East opened 1 and West, cleverly, immediately raised the auction to 4. North doubled and if South passes this contract is an easy make , losing only a heart , a diamond and a club trick. However if South bids 4 and West doubles , this contract it is likely to go at least 4 off. South may then decide to believe West and try 5 which will only go 2 off. If E/W bid 5 South needs to respect North’s double for one off. Three E/W pairs made 4 doubled, one pair was not doubled and two pairs made ten tricks in a heart part-score. Three E/W pairs penalised N/S gaining 200, 800 and 1500 (on the bidding shown above). Only one N/S pair scored a positive result with + 50.
John C Williams August 3rd 2011
General comments on defensive bidding in these circumstances
On hand 2 the best action for N/S is for both to pass and let E/W have their 4 game. However it seems more normal for North to double and unless N/S find their club contract they are now in trouble. On hand 1 it is difficult for E/W to find their optimum NT contract by East. This all goes to show why pre-empting is so useful and difficult to deal with.
Over four level contracts it is usual to play a double as holding more than 16 HCPs and probably take-out orientated, 4NT as showing a two-suiter hand , and a cue bid of the opponents’ suit as a very strong two or three suited hand.
In any competitive auction leave the five level to the opponents.
(This commentary relates to Board 15 played on November 2nd 2010).
It is not often that a pair finish up playing in one of the opponents naturally bid suits , but it happened to my partner and I on this hand.
After West opened 1 , North (my partner) made a take-out double which either always promises a four card spade suit , or a strong hand on which he is able to handle any subsequent bid from me. East however now bid 1 (not everybody’s cup of tea on 5 HCPs and an anaemic suit) and, sitting South , I was a bit stuck for a bid. 1NT without a real heart stop did not appeal , a double might suggest both minors , and 2 (a cue bid of the opponents suit!) would suggest that I was asking my partner to bid NTs. I selected 2 showing a four card suit with 6-8 HCPs , but when West rebid hearts and it was passed round to me I had to find another bid. I bid 2 and my partner (North) had to fathom out what I had. Reasoning that since my 2 bid had been a limit bid , and that therefore 2 could not be forcing , he realised that I must have four spades. (Full marks , however he thought for some time before passing).
I wish I could say that I made my contract , but I was limited to 4 spade tricks, a heart ruff in my hand , a club trick and a diamond trick for one off. However this was better than letting the opponents make nine tricks in a heart contract , and earned us an above average score.
John C Williams November 3rd 2010
(This commentary relates to Board 13 played on June 8th 2010)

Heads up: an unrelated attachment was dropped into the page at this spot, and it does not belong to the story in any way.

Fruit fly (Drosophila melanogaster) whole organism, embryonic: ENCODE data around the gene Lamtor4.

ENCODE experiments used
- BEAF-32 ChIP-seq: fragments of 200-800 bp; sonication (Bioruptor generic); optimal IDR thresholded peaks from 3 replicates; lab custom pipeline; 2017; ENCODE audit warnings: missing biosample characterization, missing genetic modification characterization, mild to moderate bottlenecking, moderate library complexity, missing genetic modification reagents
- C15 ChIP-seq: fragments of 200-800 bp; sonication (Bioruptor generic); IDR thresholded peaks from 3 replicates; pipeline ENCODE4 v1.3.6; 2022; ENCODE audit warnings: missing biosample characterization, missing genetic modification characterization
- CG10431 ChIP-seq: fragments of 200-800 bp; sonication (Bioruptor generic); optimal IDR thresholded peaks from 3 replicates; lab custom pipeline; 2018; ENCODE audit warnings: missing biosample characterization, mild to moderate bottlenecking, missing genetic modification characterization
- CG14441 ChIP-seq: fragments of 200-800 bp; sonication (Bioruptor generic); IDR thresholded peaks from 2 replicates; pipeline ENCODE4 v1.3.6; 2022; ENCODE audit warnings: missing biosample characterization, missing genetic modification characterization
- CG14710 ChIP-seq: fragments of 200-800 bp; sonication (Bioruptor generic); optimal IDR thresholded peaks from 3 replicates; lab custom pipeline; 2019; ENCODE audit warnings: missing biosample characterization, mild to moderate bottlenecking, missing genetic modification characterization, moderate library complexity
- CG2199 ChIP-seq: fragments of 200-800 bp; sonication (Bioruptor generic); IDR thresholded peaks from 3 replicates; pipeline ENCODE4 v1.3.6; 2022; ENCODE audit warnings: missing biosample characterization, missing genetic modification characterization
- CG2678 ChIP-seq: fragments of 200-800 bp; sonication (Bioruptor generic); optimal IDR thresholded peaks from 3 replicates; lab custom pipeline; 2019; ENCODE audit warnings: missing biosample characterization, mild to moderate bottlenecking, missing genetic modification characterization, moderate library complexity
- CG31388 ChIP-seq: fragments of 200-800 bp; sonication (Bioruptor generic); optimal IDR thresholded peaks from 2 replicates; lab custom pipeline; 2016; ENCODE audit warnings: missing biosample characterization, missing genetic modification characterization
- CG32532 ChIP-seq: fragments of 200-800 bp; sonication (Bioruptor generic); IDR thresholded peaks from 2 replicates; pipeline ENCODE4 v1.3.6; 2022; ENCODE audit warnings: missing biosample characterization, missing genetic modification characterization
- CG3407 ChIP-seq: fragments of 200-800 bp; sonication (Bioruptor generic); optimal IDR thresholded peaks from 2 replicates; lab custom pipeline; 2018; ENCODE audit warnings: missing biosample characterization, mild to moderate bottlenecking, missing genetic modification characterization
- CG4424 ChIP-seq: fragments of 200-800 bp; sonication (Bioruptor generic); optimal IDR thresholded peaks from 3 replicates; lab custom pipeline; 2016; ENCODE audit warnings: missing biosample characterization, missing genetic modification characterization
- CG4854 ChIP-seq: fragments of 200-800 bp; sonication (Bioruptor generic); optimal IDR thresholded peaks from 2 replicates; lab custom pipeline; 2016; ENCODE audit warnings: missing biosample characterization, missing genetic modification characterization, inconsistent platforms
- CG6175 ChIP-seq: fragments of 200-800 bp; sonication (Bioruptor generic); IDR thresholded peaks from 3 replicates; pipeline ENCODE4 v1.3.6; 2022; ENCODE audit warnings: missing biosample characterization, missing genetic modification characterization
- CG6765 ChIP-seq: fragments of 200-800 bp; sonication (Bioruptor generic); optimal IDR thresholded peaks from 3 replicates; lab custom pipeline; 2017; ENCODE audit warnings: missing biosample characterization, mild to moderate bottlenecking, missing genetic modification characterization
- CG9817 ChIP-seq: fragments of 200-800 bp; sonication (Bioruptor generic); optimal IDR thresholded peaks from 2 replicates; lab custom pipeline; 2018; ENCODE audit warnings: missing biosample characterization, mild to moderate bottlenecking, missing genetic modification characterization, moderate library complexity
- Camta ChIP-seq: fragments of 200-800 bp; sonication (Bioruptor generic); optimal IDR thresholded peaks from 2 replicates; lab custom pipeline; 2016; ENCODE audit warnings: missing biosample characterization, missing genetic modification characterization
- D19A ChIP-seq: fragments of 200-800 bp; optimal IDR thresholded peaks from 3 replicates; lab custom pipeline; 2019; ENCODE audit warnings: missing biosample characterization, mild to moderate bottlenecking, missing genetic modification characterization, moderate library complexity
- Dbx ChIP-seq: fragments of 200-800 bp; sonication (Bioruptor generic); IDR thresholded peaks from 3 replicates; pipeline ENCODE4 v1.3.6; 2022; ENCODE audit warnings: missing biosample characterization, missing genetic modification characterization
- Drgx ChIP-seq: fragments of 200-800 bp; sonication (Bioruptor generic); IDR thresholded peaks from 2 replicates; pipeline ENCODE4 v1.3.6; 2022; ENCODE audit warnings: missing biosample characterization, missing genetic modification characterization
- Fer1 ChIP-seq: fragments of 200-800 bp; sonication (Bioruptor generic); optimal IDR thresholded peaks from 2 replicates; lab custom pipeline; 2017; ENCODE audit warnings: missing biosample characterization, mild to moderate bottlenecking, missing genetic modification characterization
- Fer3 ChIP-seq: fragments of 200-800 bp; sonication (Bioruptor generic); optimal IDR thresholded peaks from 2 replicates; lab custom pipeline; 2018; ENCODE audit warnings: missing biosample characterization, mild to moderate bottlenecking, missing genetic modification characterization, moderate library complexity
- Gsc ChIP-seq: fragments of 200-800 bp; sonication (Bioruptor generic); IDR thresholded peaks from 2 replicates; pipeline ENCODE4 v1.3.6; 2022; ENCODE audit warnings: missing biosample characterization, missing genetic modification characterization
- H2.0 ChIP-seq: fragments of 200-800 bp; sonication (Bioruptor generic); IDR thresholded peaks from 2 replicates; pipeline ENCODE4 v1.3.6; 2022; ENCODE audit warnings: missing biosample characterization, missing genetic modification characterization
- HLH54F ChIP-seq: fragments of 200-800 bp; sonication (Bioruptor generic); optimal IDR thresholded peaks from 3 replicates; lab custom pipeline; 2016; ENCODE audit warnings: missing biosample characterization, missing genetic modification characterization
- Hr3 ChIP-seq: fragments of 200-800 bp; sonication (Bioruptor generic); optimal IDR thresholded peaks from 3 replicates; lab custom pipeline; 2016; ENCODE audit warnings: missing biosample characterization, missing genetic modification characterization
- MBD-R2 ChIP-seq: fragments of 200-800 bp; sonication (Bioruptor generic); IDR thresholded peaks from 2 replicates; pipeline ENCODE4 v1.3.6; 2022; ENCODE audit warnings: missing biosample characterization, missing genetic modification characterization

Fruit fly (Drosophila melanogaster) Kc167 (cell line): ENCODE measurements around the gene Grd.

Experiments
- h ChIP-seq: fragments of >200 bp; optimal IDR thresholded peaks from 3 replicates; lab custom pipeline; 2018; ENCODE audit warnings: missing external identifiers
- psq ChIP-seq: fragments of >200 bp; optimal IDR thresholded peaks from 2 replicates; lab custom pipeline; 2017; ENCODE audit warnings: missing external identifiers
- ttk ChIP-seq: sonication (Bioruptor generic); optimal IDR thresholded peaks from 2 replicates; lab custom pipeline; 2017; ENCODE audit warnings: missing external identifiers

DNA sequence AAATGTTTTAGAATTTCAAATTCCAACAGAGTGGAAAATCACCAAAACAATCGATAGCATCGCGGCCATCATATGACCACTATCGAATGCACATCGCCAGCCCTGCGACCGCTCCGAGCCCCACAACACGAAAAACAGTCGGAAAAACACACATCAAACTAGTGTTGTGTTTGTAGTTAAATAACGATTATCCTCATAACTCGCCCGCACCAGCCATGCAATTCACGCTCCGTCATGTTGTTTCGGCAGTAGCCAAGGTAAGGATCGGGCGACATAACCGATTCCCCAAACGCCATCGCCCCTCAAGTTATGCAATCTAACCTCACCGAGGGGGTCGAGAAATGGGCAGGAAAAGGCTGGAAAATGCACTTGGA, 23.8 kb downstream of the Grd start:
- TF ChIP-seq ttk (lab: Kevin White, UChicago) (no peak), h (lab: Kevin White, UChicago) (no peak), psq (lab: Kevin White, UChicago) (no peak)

One of the disadvantages of using conventions is that it gives your opponents the opportunity to double the bid to indicate a good holding in the suit for a possible sacrifice or lead opportunity. On the above hand playing 5 card majors I opened 1 and my partner bid 3, a conventional bid known as Bergen indicating 10-12 HCPs and a three card spade suit. With a 5 loser hand I was interested in a slam and bid 3 , a cue bid. My partner now bid 3 and my 4 bid ended the auction. With no real indication as to what to lead East led the 5 to South’s 7 , West’s 10 and my K. I drew trumps and by playing East for the J made all thirteen tricks when East discarded a diamond. But West had missed the opportunity to double the 3 bid , to indicate a lead that would have held the contract to 11 tricks. As it was a team competition it only cost 2 imps. However had we bid to the slam then a heart or a diamond lead would have given me the contract , and on a spade lead the contract is made via a correct diamond guess suggested by the shortage of trumps in the East hand.
Similar opportunities exist in doubling conventional responses to a 4NT ace-asking enquiry. Also , when leading, do not forget the negative inference from partner’s failure to double a conventional bid. Perhaps try a different suit.
John C Williams June 10th 2010.
(This commentary relates to Board 45 played in the Essex Helliar Trophy at Mountnessing on Sunday February 21st 2010.)
Earlier this year two teams of four from Lingwood won the right to represent Essex in the Garden Cities Regional Finals to be held on 22nd May 2010 , by being the aggregate winners in the Essex Helliar Trophy.
The hand below needed both East and West to take appropriate action to ensure the optimum result.
South responds 1NT to North’s 1 opening bid after which North gives South the option of playing in either minor. South bids 2 which is passed round to East. East must now take some action as this contract is an easy make. His thoughts should go along the lines of:--
* Obviously West has upwards of 8 HCPs or why have the opponents not explored game.
* North must be at least 5-4 in the minors or he would probably have passed 1NT.
* South does not have a 4 card major.